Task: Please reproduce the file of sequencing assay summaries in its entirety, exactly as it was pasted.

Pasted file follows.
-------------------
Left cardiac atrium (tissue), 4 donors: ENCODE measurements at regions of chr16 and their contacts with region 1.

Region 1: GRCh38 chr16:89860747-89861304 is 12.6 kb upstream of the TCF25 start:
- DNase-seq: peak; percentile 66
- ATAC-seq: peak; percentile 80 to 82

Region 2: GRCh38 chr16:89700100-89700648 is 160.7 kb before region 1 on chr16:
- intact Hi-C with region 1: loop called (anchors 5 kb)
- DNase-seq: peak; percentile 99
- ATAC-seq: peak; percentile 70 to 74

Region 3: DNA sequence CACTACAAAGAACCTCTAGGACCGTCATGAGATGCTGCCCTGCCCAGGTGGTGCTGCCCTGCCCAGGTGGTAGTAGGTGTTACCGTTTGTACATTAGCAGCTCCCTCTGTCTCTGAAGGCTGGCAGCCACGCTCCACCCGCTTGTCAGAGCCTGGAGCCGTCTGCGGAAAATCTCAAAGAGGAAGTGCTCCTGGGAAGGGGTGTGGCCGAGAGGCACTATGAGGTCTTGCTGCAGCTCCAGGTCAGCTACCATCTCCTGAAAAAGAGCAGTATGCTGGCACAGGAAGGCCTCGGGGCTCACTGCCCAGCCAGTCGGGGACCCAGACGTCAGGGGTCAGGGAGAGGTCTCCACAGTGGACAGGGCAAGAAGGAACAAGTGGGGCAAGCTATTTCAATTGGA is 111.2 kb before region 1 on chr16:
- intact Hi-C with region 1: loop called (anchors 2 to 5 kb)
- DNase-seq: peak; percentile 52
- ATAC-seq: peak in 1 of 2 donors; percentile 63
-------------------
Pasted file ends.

Left cardiac atrium (tissue), 4 donors: ENCODE measurements at regions of chr16 and their contacts with region 1.

Region 1: GRCh38 chr16:89860747-89861304 is 12.6 kb upstream of the TCF25 start:
- DNase-seq: peak; percentile 66
- ATAC-seq: peak; percentile 80 to 82

Region 2: GRCh38 chr16:89700100-89700648 is 160.7 kb before region 1 on chr16:
- intact Hi-C with region 1: loop called (anchors 5 kb)
- DNase-seq: peak; percentile 99
- ATAC-seq: peak; percentile 70 to 74

Region 3: DNA sequence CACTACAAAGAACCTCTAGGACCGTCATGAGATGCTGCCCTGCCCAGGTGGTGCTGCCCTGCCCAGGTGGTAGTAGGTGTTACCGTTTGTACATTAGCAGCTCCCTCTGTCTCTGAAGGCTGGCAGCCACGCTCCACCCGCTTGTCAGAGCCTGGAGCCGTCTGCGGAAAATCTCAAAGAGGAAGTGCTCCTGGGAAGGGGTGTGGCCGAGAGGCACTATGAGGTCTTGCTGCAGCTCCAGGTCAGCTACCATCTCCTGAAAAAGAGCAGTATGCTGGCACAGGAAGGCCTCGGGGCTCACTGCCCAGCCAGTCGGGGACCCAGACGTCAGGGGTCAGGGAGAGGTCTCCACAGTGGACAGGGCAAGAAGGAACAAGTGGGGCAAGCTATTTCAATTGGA is 111.2 kb before region 1 on chr16:
- intact Hi-C with region 1: loop called (anchors 2 to 5 kb)
- DNase-seq: peak; percentile 52
- ATAC-seq: peak in 1 of 2 donors; percentile 63